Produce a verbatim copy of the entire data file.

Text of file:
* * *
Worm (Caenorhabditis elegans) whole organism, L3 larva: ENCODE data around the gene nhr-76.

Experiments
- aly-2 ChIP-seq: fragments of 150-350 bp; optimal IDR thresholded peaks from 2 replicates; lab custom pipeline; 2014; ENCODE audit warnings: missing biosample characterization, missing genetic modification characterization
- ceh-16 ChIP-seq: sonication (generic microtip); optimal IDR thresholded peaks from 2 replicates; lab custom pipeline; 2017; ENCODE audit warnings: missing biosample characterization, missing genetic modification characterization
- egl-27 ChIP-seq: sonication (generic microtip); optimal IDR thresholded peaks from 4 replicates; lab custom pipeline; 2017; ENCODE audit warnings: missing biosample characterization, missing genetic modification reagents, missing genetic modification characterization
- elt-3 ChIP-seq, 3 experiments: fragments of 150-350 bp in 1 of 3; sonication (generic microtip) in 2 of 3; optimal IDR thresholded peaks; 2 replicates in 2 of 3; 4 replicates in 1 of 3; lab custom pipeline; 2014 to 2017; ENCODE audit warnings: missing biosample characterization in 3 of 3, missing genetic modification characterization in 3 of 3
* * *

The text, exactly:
Worm (Caenorhabditis elegans) whole organism, L3 larva: ENCODE data around the gene nhr-76.

Experiments
- aly-2 ChIP-seq: fragments of 150-350 bp; optimal IDR thresholded peaks from 2 replicates; lab custom pipeline; 2014; ENCODE audit warnings: missing biosample characterization, missing genetic modification characterization
- ceh-16 ChIP-seq: sonication (generic microtip); optimal IDR thresholded peaks from 2 replicates; lab custom pipeline; 2017; ENCODE audit warnings: missing biosample characterization, missing genetic modification characterization
- egl-27 ChIP-seq: sonication (generic microtip); optimal IDR thresholded peaks from 4 replicates; lab custom pipeline; 2017; ENCODE audit warnings: missing biosample characterization, missing genetic modification reagents, missing genetic modification characterization
- elt-3 ChIP-seq, 3 experiments: fragments of 150-350 bp in 1 of 3; sonication (generic microtip) in 2 of 3; optimal IDR thresholded peaks; 2 replicates in 2 of 3; 4 replicates in 1 of 3; lab custom pipeline; 2014 to 2017; ENCODE audit warnings: missing biosample characterization in 3 of 3, missing genetic modification characterization in 3 of 3